Heritage Insight Presentations
Four cultural programs will be given by the A:shiwi A:wan Museum and Heritage Center staff. These presentations are funded in part by the Arizona Humanities Council.
The Zuni Emergence Migration Story
AAMHC Museum Technician Curtis Quam will once again tell the ever-popular story of the Zuni emergence and their migration to Halona Idiwana'a or the Middle Place of the World, today's Zuni Village. The tribe's history gives non-Zuni visitors a context for all they will be learning at the festival. Quam will also discuss the importance of language and cultural place names in the perpetuation of traditional Zuni identity.
Zuni Agriculture and Ancient Agricultural Techniques
AAMHC Director and farmer Jim Enote will present an outdoor presentation (weather permitting) on Zuni gardening and planting traditions learned in the dry, high altitude farming environment at Zuni and passed down through generations.
Zuni Art History
Zuni tribal member and archaeologist Dan Simplicio will introduce visitors to the complex history of Zuni art, an artistic continuum told through oral traditions.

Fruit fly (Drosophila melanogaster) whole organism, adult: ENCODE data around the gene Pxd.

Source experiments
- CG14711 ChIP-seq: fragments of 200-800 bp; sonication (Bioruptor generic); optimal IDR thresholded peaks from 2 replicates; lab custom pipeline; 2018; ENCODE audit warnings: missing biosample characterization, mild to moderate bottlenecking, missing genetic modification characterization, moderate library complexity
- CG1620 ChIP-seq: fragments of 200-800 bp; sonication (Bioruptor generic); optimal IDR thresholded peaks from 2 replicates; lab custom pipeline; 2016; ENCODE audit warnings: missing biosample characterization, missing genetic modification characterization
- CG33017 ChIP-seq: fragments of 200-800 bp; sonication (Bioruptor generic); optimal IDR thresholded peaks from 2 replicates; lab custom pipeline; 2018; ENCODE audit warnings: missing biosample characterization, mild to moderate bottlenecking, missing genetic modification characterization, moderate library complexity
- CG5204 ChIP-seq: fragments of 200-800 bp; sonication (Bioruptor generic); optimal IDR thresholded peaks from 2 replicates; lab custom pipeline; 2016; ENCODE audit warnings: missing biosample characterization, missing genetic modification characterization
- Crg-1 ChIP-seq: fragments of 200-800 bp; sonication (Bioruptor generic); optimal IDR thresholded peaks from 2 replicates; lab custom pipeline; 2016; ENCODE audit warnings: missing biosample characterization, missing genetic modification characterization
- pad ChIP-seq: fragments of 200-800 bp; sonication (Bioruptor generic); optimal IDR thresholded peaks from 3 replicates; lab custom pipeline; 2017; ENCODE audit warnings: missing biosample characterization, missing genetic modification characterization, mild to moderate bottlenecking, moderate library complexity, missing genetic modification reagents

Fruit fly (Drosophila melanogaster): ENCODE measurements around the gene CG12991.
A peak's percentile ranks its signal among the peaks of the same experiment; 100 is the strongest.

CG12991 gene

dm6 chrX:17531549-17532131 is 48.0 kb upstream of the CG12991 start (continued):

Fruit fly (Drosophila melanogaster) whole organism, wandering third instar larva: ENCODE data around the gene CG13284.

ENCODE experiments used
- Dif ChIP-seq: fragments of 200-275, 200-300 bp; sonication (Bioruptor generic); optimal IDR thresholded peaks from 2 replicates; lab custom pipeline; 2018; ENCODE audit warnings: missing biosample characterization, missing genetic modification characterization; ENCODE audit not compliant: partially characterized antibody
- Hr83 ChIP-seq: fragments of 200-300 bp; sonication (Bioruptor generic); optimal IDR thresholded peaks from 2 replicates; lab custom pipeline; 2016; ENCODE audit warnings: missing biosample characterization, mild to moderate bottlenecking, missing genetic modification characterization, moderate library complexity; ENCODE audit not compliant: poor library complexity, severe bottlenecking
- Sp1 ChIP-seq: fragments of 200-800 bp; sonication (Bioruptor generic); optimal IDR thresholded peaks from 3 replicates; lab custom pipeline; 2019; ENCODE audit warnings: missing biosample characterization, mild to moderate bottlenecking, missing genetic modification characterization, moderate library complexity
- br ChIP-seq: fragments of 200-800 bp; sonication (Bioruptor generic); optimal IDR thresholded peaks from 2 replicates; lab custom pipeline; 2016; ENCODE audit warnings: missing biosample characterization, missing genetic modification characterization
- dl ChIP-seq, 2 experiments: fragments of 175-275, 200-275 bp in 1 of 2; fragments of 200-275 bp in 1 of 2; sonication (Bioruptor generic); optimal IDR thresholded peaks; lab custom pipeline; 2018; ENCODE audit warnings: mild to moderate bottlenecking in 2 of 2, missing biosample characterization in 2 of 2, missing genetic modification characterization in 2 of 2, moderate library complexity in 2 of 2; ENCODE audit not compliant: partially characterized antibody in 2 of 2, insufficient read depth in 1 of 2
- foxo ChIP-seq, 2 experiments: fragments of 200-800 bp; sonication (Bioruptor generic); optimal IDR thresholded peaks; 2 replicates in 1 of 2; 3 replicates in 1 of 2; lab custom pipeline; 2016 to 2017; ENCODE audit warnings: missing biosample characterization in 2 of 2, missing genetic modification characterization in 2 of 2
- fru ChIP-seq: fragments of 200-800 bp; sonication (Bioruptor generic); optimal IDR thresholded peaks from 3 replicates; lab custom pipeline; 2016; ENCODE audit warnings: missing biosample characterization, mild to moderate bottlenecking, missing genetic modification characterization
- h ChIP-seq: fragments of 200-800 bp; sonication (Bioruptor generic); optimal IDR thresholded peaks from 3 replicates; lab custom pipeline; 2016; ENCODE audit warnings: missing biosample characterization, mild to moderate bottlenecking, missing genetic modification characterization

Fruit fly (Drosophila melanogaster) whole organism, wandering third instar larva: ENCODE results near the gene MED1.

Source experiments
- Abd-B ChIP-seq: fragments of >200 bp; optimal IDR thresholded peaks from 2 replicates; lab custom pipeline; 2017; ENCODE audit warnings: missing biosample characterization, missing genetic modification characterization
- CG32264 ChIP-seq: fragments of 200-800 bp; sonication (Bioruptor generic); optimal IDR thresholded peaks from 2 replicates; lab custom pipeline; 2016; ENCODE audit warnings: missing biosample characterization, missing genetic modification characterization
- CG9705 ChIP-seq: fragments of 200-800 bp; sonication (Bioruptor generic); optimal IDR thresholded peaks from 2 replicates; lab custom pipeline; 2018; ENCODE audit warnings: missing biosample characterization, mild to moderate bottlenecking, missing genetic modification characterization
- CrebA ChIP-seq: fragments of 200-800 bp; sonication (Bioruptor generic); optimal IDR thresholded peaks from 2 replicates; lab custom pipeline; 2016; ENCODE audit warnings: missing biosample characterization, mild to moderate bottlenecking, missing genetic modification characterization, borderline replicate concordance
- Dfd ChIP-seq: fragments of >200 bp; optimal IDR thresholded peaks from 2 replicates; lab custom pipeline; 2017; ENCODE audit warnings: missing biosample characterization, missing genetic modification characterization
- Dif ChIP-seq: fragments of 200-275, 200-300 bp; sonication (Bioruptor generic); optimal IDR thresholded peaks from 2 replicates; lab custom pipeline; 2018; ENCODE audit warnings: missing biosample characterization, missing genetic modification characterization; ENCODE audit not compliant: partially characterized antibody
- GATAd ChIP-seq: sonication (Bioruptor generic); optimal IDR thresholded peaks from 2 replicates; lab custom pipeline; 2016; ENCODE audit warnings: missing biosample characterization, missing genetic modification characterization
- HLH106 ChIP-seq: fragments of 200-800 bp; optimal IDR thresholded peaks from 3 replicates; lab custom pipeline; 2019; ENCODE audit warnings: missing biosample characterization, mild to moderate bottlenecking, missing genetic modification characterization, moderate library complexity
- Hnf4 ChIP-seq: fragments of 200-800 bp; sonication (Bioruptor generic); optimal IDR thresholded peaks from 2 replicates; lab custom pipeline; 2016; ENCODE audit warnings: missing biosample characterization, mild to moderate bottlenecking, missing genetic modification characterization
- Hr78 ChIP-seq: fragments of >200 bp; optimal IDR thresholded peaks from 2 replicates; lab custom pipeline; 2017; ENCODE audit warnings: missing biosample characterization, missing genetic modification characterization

The Zuni Museum Database
AAMHC Director Jim Enote will give a presentation on the Zuni Consolidated Collection System, a multi-museum database of Zuni cultural items. Enote will talk about how the Zuni people are often misrepresented in the museum world, museum collecting, and museum scholarship.
Archival Films and Photos from the A:shiwi A:wan Museum and Heritage Center
The AAMHC Photo and Motion Picture Archive contains approximately 4,500 still photos taken from the late 1800s to the present. The photographs include Smithsonian photos, photos donated by community members, photos of tribal programs, photos taken at Zuni schools, Indian Health Service photos, and Bureau of Indian Affairs project photos. A collection of 15 motion picture films were also made between 1923 to the present. A sampling of films and photos from the archive will be shown at the festival and Museum Technician Curtis Quam will cover the history of early filmmakers, who they were and why they were at Zuni Pueblo; controversies around the films and their makers; the content of the films; who can see the films today; and how these films are helping to reinforce Zuni identity.